.Photo Maryland State Department of Education  - Edward Bafford.....
 Rowhouses have to be a trademark of only a few American Cities, Baltimore included. They could be built as elaborate three and four story structures, several rooms deep, or might be smaller, only 2 rooms deep ( 4 rooms total ) , often known as alley houses.  Quite often, the wider corner houses would have a small grocery store, located on the first floor, with residences in the upper floors.

     In different parts of the City, you will find different styles of rowhouses. A rowhouse style you would see in Southeast Baltimore City
, you likely won't find in Northwest Baltimore City.

In 1929 ,  63% of the houses in Baltimore City were owned by the occupants. 86%  were one family type, while only 11 % were known as two family type. A mere 3% were known as three family structures , which included hotels based in the City. Another fact that seems to have helped the Baltimore family of 1929 was the fact that at least 65% of families had some type of bank savings account.

.Baltimore Rowhouses
.Old Postcard View
   In 1914, one publication showed that from the years 1908 to 1914 , 14,000 rowhouses had been built in Baltimore City. The average rowhouse built in Baltimore City at this time costs about $1,200  for a two story rowhouse, which was believed to be ideal for people of moderate means.

.South Baltimore homes circa 1951     
Rowhouses allowed people to be be home owners without too much expense.  Ground grounds were in place so one didn't have to buy the ground under which the house was built on, only the house itself.  The home owner would pay a ground rent to the owner of the land yearly for use of the land.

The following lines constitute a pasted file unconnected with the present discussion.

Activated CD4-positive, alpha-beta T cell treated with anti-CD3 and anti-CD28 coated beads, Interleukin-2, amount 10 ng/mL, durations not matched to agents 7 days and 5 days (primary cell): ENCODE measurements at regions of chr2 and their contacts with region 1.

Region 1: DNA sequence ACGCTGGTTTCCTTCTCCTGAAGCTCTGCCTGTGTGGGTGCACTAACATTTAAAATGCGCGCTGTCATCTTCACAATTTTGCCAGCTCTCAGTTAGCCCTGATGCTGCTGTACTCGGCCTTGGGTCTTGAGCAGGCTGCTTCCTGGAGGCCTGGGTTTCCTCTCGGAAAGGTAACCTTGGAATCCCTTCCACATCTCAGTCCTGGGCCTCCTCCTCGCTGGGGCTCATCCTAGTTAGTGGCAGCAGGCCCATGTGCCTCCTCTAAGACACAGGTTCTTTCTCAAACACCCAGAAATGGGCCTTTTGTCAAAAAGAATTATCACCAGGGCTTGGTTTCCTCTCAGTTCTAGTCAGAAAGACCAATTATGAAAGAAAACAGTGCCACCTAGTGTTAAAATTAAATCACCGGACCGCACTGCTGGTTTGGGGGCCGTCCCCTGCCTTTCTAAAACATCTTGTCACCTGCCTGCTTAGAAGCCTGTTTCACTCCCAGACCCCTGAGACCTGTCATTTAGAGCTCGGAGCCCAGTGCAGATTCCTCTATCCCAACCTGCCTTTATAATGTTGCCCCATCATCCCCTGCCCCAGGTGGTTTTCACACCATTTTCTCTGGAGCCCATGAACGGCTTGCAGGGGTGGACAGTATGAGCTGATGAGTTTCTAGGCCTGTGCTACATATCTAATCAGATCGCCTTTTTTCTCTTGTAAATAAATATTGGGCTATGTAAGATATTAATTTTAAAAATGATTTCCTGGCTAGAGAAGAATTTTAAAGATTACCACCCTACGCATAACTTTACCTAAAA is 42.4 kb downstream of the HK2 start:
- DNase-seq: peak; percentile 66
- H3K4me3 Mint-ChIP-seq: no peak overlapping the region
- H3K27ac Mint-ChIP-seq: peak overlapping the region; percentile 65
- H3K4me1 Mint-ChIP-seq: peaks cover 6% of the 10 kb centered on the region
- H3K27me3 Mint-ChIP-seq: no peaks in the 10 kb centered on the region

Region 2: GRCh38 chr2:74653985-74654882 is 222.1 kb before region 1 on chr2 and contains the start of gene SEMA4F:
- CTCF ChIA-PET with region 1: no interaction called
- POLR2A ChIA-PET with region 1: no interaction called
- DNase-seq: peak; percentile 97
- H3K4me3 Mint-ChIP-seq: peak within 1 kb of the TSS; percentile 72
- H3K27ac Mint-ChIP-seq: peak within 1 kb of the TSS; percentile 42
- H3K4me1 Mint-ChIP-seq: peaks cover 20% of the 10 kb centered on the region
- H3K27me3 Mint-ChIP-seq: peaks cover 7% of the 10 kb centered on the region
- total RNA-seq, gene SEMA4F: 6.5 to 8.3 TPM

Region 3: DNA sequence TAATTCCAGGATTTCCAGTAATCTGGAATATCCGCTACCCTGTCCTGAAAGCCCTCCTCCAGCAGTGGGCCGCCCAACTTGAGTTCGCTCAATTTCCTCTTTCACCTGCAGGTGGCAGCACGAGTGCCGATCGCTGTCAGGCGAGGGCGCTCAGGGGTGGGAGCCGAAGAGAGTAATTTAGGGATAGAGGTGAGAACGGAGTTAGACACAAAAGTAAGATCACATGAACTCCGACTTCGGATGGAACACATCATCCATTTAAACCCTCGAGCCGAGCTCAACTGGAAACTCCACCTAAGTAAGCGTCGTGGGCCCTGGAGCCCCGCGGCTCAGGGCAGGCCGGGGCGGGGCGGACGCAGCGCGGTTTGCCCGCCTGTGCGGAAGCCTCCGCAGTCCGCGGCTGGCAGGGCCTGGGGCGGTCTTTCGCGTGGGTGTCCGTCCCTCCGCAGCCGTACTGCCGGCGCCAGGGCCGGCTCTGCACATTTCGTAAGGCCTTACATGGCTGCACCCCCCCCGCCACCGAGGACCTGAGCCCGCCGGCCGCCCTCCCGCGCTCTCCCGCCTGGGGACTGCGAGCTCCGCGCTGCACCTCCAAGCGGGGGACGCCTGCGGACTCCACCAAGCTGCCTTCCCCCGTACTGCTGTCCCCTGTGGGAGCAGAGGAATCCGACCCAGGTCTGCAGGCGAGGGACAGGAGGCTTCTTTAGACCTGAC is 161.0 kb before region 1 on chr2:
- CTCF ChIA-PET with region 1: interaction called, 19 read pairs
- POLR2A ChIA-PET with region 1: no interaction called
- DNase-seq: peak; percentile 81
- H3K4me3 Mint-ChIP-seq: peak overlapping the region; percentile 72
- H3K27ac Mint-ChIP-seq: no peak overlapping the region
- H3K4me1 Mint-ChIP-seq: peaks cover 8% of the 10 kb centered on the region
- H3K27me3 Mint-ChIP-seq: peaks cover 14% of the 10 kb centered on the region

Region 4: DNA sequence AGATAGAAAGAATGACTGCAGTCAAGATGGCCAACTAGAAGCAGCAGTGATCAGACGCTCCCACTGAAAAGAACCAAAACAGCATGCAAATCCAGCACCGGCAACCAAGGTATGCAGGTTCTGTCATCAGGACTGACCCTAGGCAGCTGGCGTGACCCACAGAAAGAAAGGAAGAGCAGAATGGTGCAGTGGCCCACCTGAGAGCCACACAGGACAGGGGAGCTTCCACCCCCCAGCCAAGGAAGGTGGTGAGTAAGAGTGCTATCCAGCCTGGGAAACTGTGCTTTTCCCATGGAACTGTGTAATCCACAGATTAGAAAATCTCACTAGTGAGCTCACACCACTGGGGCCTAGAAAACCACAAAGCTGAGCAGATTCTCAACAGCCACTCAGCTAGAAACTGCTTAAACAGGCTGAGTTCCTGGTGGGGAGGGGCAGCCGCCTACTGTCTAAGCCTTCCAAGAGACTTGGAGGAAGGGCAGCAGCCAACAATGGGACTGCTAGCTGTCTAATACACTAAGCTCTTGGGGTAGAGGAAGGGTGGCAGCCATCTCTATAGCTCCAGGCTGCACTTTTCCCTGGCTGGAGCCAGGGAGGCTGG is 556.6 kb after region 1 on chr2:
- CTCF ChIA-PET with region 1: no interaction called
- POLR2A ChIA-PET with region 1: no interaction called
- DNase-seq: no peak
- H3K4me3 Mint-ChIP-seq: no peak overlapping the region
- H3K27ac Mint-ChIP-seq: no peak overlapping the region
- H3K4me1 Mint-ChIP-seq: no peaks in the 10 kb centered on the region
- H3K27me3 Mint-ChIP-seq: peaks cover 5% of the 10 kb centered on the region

...Rowhomes Baltimore

Old Postcard View....
    A trademark of Baltimore was the rowhouse with white marble steps, and the sight of scrubbing those steps over the years to keep them clean. Baltimore has had housing problems over the years, and a lot of the old rowhouses sit empty and abandoned these days.
    Rowhouse designs would later allow for porches, bay windows, and improved window and door sills ( treatments ) .For those looking to save every penny, one option with some builders was to pass on the trademark marble steps and simply have wooden steps.
      In 1929 , Baltimore City ranked 1st in home ownership among larger cities in the U.S. . So called " tenements " ( slums ) were also not common in the city in the late 1920's.  The average rowhouse could be purchased at an average costs of $4,500  with monthly installments of $30 to $40 a month.
.Baltimore row homes 1914
..Construction of Baltimore Rowhouses 1914
 Many of Baltimore's rowhouses were built of brick, and the houses sold for up to $2,000 in 1914, which would increase to about $3,500 for a new rowhouse in Northwest Baltimore by 1935 ( on Dolfield Avenue ).
     Payments back in 1914 were considered " weekly payments " , and would include the purchase price of the house, as well as the ground rent, taxes, "water rent ", and insurance. Weekly installments would range from $5 to $7 weekly for a $1200 home. Under this arrangement, if payments were made on time, within 8 to 10 years,  the house would become the property of the home buyer. Taxes, water , and ground rent would still have to be paid, but the house would belong to the buyer.